A look back
Because snowstorms of record severity, combined with iced-up roads, prevailed over Southern England before the 1982 “Exeter” Trial, the Motor Cycling Club wisely cancelled the event. Sad, especially when you think about the great concourse of willing voluntary helpers and marshals, the hotels, cafes and petrol stations which were opening specially for the event and the disappointed competitors, numbering more than 300, but it would have been totally indiscreet to have run such an event, even had the hills been usable, with such a calamity sweeping the area.
From my point of view, Terance Barnes, who was to have driven his 1934 TT Singer S. had generously offered me his OE 30/98 Vauxhall which I duly entered, digging out my ancient Sidcup suit and “functional bad weather clothing” in readiness. It had occurred to me that as I am not a trials expert, nor very familiar with the ways of 30/98s, the 1982 “Exeter” aught well, therefore, have been in two parts, one starting before me and running more or less to schedule and the other starting after the Vauxhall and running hours late as I stuck on every observed section,
In the absence of a 1982 “Exeter” to report, let us look back to other years of this historic Trial. The first was held in 1910, a reminder that the MCC is Britain’s oldest sporting motor club. In those tougher times, the trial started on Boxing night (as did those Motor Sport replica “Exeters” which I organised from 1953 to 1961). The real London-Exeter Trial used to start from Staines and go to Exeter and back again along what we now call the A30. With the crude lighting-sets of pre-WWI days, and the inevitable rain and fog, this was a formidable task. It remained so after the war – organised by the inimitable Jacky Masters and his wife, Bee – 310 miles of winter driving, with the main road hills of Chards and Trim observed in 1919. AA patrols helped as far as Salisbury and that year there were 39 car entries, ranging from big Oakland and Buick cars to Kaye Don’s Tamplin cycle-car. Sammy Davis started his long association with the “Exeter” in an 11 h.p. McKenzie, which was reduced to only one gear when returning across Salisbury Plain. Archie Nash (GN) and Westalle (AC) had brand new cars and others relied on acetylene lamps, one driver even carrying spare oil lamps and another a set of road springs, just in case.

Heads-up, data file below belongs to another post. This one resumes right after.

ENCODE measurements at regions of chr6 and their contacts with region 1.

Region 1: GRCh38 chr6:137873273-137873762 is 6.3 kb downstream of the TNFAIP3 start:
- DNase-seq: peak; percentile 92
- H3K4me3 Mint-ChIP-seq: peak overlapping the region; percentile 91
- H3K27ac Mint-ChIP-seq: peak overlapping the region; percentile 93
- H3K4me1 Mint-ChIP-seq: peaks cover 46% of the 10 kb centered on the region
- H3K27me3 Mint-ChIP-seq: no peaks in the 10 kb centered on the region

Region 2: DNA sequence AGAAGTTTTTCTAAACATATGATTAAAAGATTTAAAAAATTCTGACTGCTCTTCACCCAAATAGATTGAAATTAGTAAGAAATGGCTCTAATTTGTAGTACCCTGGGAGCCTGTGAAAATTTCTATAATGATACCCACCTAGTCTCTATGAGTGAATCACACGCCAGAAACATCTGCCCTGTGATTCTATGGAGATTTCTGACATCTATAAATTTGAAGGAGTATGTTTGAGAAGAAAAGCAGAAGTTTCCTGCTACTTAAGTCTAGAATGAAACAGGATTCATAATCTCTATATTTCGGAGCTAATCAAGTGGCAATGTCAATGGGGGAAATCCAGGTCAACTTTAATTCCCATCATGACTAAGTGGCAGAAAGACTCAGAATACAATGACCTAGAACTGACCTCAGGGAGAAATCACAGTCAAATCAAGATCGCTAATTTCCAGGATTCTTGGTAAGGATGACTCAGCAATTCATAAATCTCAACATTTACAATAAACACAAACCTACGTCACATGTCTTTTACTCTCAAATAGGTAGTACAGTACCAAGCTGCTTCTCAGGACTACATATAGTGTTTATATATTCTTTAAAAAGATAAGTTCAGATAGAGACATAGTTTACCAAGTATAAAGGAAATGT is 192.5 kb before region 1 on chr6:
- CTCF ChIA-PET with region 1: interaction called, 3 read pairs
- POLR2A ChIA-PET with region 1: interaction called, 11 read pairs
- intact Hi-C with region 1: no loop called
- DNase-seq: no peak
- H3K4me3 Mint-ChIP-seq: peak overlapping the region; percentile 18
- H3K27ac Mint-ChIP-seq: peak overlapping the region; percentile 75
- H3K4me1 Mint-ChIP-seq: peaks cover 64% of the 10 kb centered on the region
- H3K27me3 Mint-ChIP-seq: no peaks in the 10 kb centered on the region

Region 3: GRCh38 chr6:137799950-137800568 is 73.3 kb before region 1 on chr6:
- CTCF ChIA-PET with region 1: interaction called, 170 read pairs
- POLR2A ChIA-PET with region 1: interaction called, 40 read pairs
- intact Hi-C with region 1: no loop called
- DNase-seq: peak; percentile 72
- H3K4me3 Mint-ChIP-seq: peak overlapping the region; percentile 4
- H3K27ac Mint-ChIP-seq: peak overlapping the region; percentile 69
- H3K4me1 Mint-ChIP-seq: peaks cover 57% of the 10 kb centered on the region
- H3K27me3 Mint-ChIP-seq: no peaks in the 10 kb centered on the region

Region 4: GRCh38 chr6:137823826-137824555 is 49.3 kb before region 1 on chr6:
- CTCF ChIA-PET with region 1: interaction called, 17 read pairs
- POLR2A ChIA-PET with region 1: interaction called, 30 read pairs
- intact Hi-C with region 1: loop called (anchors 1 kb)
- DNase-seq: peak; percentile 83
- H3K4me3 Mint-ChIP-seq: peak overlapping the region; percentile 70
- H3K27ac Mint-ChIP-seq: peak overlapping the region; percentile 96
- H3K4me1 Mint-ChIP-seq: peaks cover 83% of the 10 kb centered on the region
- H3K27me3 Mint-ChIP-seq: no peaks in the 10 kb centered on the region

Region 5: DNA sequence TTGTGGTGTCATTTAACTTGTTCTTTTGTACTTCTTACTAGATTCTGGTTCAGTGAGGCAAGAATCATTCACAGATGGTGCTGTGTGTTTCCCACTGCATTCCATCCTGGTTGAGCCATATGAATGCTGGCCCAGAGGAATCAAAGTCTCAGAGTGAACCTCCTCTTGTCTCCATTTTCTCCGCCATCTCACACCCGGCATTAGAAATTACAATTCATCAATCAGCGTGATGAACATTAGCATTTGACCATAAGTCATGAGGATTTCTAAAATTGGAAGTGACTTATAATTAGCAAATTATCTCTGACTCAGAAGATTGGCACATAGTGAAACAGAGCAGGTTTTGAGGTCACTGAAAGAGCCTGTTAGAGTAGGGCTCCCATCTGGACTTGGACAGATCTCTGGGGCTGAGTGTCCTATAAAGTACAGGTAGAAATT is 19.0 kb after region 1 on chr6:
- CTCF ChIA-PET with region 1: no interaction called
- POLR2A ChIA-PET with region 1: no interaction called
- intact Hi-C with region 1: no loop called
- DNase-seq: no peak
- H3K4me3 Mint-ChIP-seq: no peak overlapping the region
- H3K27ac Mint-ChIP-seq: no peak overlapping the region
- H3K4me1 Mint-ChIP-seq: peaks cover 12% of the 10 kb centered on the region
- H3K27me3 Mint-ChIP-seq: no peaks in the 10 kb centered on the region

From 1920, Peak Hill was added, with Salcombe included the following year and in 1922 the long, chalky. White Sheet Hill near Beaminster was used. In those epic years, the trade saw useful publicity in these trials which were reported on at length in the weekly motoring papers, so works drivers in new cars were often sorely stressed. The AC people, for instance, decided to vent their overheated radiators into the exhaust system, after which they received glowing reports of ascending the hills without a trace of boiling! Legendary, too, were those early morning breakfasts at Deller’s cafe in Exeter, with astonished waitresses stepping over piles of temporarily discarded, and very odd, clothing and having to make dozing competitors when their eggs and bacon were ready,